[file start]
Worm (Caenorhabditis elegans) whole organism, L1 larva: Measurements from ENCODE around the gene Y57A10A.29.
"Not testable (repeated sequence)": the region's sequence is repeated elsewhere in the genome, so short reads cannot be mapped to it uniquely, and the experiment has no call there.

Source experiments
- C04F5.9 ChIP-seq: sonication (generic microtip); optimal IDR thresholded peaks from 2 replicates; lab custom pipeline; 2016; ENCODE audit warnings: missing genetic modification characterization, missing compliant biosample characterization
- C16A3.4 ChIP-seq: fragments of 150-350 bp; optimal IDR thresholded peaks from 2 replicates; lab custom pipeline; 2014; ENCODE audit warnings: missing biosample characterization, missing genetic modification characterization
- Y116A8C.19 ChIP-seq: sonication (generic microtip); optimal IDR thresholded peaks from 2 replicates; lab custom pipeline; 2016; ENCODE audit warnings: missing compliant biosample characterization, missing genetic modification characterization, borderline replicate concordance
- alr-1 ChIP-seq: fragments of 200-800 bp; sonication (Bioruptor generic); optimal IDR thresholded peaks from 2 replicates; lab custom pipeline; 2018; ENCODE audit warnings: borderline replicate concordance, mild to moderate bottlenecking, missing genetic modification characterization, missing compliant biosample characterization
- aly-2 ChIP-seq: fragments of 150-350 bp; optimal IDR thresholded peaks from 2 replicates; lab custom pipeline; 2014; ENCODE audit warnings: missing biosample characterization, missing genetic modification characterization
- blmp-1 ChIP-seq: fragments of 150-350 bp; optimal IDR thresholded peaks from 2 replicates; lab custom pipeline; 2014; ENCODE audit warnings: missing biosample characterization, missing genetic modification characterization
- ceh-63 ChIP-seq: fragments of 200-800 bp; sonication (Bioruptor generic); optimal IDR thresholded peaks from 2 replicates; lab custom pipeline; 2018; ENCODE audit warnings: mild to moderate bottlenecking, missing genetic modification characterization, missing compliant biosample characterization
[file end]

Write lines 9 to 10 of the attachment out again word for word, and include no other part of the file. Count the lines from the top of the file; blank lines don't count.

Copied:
- blmp-1 ChIP-seq: fragments of 150-350 bp; optimal IDR thresholded peaks from 2 replicates; lab custom pipeline; 2014; ENCODE audit warnings: missing biosample characterization, missing genetic modification characterization
- ceh-63 ChIP-seq: fragments of 200-800 bp; sonication (Bioruptor generic); optimal IDR thresholded peaks from 2 replicates; lab custom pipeline; 2018; ENCODE audit warnings: mild to moderate bottlenecking, missing genetic modification characterization, missing compliant biosample characterization